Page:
I spoke with Crowder earlier. He said he was hospitalized during the first round of chemo but the rest will be on an outpatient basis. His doctors told him he'll need to dial back his work through June, but he can expect to be back at full strength July 1. He's up for re-election this fall with the rest of the Council. He will be running again for a sixth two-year term, he said. First elected in 2003, Crowder is the Council's senior member and its most outspoken proponent of neighborhood-friendly development and public transportation.

  • Pin It
    Thomas Crowder said his doctors tell him he can expect to be at full strength by July 1. He will run for re-election this fall.

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Thursday, March 21, 2013

Senate Republicans to Raleigh: Drop dead. (Contract? What contract?)

Posted by on Thu, Mar 21, 2013 at 2:26 PM

As expected, Senate Republicans this morning started the wheels in motion to tear up the state's lease with the City of Raleigh for the Dorothea Dix tract because, the GOP legislators said, former Gov. Perdue shouldn't have signed it. Perdue, as is required for contracts involving state land, won the approval of the Council of State before finalizing the lease.

By voice vote, the Republicans on the Senate Appropriations Committee approved Senate Bill 334 and sent it to the full Senate, out-shouting the opposition Democrats. The bill is a condemnation measure to terminate the lease and recapture the land.

The idea that a valid state contract can be discarded by the General Assembly because legislators don't like its terms — or the governor who negotiated them — struck Senate Minority Leader Martin Nesbitt as "insane."

Yet the Republicans think anything done before they took over is fair game, Nesbitt said, from taking land away from municipalities to yanking Charlotte's airport away from Charlotte. "The people of this state," he said, "have a right to a little continuity of government."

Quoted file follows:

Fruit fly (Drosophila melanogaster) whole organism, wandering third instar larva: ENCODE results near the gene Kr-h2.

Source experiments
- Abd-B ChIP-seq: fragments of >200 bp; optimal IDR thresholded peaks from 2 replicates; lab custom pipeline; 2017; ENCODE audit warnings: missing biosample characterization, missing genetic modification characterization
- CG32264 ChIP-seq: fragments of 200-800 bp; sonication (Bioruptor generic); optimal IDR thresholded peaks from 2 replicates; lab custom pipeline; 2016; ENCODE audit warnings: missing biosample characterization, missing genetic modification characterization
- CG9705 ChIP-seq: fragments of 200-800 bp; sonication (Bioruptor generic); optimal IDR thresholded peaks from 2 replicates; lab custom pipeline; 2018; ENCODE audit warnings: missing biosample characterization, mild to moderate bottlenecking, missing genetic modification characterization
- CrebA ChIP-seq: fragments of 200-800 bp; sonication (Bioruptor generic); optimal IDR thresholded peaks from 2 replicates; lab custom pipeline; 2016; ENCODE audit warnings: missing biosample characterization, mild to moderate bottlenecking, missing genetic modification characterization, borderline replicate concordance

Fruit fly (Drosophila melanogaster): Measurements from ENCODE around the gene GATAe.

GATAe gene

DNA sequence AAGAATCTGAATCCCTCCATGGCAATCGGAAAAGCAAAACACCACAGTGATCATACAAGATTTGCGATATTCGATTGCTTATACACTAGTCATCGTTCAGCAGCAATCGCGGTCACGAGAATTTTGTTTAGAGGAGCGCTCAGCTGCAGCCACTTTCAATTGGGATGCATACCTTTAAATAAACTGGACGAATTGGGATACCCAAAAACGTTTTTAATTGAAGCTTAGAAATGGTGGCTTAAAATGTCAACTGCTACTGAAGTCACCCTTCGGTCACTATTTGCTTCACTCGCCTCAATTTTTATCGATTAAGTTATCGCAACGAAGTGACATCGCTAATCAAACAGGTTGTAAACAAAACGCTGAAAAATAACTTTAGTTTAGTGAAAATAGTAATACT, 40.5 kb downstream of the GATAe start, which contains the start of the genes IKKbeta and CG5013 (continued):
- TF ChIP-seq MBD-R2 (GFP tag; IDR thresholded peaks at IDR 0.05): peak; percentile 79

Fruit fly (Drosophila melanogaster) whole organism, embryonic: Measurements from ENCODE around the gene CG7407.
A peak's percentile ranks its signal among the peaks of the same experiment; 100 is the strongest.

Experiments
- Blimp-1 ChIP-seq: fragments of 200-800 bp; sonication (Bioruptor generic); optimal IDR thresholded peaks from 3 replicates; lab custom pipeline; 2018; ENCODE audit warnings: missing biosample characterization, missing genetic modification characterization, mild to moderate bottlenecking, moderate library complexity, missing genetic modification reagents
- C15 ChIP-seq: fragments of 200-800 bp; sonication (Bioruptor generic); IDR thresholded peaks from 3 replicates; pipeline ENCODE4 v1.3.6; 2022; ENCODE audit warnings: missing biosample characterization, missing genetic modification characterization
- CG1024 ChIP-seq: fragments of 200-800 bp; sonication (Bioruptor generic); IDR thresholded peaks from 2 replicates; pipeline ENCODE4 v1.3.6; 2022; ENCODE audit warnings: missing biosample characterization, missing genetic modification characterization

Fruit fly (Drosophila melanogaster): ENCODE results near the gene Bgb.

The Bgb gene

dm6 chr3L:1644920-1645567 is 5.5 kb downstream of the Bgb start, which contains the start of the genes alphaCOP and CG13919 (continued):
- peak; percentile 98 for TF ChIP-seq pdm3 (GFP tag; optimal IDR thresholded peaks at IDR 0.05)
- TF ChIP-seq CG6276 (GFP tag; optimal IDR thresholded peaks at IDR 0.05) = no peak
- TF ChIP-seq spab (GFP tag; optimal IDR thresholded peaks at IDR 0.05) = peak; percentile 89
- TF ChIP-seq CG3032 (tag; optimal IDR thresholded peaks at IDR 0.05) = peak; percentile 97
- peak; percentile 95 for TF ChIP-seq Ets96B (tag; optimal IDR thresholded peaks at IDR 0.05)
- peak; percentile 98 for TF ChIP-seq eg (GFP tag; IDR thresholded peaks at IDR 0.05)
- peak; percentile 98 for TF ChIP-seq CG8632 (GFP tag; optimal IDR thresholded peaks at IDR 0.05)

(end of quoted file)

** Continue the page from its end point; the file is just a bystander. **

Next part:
Sarcastically, Nesbitt put the room on notice that any deals signed by Gov. Pat McCrory, a Republican, will be considered "bogus and void" by the Democrats when they regain control of the legislature.

Sen. Tommy Tucker, R-Union, assured one and all that the Republicans will be happy to renegotiate with Raleigh, though for only part of the 325-acre Dix tract, not all of it, and for a much higher price.

"You should hear yourselves saying that," Capitol Broadcasting Co. CEO Jim Goodmon told them moments later. "There’s no business person in the state who would agree with what you’re doing."

Goodmon, a member of the Dix Visionaries, one of the groups supporting Raleigh's effort to create a destination park on the Dix tract, was the only member of the public given a chance to speak prior to the committee vote. He ripped the Republicans for trying to back out of a negotiated lease.

"What lease are we going to not do next?" Goodmon wondered. "This doesn't make sense, and it's not honorable."

If the General Assembly can unilaterally void the current lease with Raleigh, Goodmon asked, what assurance would Raleigh have that, if it did renegotiate, a new deal wouldn't also be tossed by a future legislature?

Someone should tell MetLife, Goodmon argued, that its deal with the state could be in jeopardy. MetLife is moving some 2,500 jobs to Charlotte and Cary in return for promised tax incentives of more than $90 million — money Gov. McCrory has promised will be paid in future years as the jobs materialize.

"Nobody will trust doing business with the state," Goodmon said, if the General Assembly passes SB-334.

Raleigh Mayor Nancy McFarlane was in the committee room along with other city officials trying to protect their lease. McFarlane and a unanimous City Council appear to be prepared to go to court should the bill be enacted, either to argue that the contract must be honored or, if it isn't, to claim damages.

Goodmon, whose company is a major economic developer in Durham, said the Dix tract "is extremely valuable" to Raleigh and a jury will decide what the city is owed if the state's condemnation power is upheld.

But the major damage will be to the state, he argued. Raleigh will pay rent on the land, and over time will invest — his guess — $100 million to $125 million developing the state's property as a destination park and a major economic development draw for the city, the region and all of North Carolina.